To identify clinically effective PEV combinations, a high-throughput viability screen in AML cells confirmed that combined treatment using PEV with either decitabine or AZA was synergistically lethal by combination index and blending synergy analysis.19 In the case of AZA, combined treatment with PEV significantly increased DNA damage and cell death when compared with either agent alone, as measured by immunoblotting and flow cytometry analysis of cell cycle distributions. In vivo studies were performed in AZA-resistant HL-60 and THP-1 xenografts. Although the doses of PEV and AZA would be subtherapeutic if used as single-agent treatment, the combination led to complete and sustained tumor regression in these models.19 The mechanisms underlying the observed synergistic effects are currently under investigation.19 Considering the promising clinical data for PEV as a single agent and its enhanced antitumor activity when combined with AZA in laboratory models, we conducted a phase 1b trial of PEV combined with AZA for older patients with AML deemed unfit to receive intensive chemotherapy.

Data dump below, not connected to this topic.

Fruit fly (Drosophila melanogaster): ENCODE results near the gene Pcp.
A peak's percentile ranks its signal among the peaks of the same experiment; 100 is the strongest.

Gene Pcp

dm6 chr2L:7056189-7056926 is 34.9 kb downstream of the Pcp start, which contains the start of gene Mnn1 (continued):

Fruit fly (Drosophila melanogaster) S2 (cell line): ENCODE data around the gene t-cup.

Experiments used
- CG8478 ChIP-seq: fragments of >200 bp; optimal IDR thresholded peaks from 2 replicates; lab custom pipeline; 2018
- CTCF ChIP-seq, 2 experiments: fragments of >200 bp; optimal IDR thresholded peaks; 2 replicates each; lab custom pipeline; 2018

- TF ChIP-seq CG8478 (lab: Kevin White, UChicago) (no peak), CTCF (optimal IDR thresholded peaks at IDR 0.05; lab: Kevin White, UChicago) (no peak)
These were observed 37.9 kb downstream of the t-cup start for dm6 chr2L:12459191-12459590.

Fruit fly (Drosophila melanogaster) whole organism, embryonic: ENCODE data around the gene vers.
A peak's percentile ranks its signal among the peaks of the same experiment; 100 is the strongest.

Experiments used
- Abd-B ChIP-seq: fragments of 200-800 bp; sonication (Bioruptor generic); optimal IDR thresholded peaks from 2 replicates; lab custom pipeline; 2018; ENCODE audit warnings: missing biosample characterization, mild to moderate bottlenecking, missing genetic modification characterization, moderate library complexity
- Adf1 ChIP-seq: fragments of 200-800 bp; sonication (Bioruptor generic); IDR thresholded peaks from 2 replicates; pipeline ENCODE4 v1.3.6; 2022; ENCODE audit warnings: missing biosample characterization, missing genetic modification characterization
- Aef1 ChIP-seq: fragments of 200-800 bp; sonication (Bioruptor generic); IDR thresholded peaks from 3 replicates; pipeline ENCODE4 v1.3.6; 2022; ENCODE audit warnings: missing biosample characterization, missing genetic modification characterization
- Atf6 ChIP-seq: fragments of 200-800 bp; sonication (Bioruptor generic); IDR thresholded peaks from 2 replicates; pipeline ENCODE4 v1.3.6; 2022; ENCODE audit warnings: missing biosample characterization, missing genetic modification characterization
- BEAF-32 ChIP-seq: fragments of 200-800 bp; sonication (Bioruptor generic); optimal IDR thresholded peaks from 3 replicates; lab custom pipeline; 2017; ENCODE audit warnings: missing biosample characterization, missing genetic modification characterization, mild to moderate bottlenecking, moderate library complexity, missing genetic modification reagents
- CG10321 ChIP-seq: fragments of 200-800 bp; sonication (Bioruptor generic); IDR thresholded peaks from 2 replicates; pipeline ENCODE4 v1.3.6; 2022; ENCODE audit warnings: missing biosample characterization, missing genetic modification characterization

Materials and methods

Patients

Eligible patients were ≥60 years old with untreated AML who were considered unlikely to benefit from standard induction defined by ≥1 of the following: age ≥75 years, presence of antecedent MDS, adverse cytogenetic risk, and Eastern Cooperative Oncology Group performance status (ECOG PS) of 2. Other inclusion criteria included ECOG PS of 0 to 2, adequate renal function (calculated creatinine clearance >50 mL/min), adequate hepatic function (bilirubin within normal range, AST and ALT ≤2.5 × upper limit of normal [ULN]), and adequate cardiac function (B-type natriuretic peptide ≤1.5 × ULN, left ventricular ejection fraction ≥50%, and pulmonary artery systolic pressure ≤1.5 × ULN). Exclusion criteria included treatment with an investigational antileukemic agent within 14 days prior to entering study, uncontrolled intercurrent illness, and known infection with HIV and/or viral hepatitis B or C. Moderate and strong CYP3A inhibitors or chronic continuous use of CYP3A inducers were not permitted. All procedures performed in studies involving human participants were in accordance with the ethical standards of the institutional and/or national research committee and with the 1964 Declaration of Helsinki and its later amendments or comparable ethical standards. All patients provided written informed consent, and the trial was approved by the local institutional review board for each enrolling site.